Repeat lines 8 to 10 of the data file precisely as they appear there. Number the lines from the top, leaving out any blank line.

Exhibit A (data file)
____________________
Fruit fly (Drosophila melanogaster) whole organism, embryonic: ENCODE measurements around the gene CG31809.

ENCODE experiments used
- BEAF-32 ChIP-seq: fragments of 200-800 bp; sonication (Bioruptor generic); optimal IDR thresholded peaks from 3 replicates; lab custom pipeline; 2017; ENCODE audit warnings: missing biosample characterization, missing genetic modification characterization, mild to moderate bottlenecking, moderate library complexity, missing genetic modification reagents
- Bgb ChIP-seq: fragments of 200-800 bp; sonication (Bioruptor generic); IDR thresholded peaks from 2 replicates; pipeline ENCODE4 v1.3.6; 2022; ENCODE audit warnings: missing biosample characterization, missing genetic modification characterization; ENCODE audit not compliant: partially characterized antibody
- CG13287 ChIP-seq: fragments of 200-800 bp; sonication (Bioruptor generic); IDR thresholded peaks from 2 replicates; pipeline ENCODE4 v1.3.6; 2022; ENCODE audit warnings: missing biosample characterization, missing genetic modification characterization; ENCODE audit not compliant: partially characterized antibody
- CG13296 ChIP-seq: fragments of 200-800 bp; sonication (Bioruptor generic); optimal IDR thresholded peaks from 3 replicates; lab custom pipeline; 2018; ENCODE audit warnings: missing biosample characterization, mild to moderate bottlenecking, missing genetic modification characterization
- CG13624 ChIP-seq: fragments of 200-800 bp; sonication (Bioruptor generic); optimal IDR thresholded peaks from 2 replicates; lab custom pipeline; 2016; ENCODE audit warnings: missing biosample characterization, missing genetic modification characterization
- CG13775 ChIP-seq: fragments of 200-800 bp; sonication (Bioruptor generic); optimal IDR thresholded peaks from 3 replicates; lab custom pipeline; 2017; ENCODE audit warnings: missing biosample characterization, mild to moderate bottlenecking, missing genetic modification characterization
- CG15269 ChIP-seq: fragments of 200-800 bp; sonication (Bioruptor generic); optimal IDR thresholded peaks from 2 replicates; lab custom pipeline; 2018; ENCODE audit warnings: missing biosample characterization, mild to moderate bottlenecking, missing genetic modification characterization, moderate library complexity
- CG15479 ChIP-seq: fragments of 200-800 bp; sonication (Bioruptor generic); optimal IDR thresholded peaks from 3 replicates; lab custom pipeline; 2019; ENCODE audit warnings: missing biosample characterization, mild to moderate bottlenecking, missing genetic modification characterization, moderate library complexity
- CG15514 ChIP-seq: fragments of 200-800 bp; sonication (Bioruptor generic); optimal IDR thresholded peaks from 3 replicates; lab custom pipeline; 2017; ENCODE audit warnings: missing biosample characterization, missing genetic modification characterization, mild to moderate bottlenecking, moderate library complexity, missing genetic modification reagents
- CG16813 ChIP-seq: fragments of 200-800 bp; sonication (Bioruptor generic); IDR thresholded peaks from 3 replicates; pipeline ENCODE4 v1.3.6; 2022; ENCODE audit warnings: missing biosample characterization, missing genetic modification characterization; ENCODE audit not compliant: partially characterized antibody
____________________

- CG13775 ChIP-seq: fragments of 200-800 bp; sonication (Bioruptor generic); optimal IDR thresholded peaks from 3 replicates; lab custom pipeline; 2017; ENCODE audit warnings: missing biosample characterization, mild to moderate bottlenecking, missing genetic modification characterization
- CG15269 ChIP-seq: fragments of 200-800 bp; sonication (Bioruptor generic); optimal IDR thresholded peaks from 2 replicates; lab custom pipeline; 2018; ENCODE audit warnings: missing biosample characterization, mild to moderate bottlenecking, missing genetic modification characterization, moderate library complexity
- CG15479 ChIP-seq: fragments of 200-800 bp; sonication (Bioruptor generic); optimal IDR thresholded peaks from 3 replicates; lab custom pipeline; 2019; ENCODE audit warnings: missing biosample characterization, mild to moderate bottlenecking, missing genetic modification characterization, moderate library complexity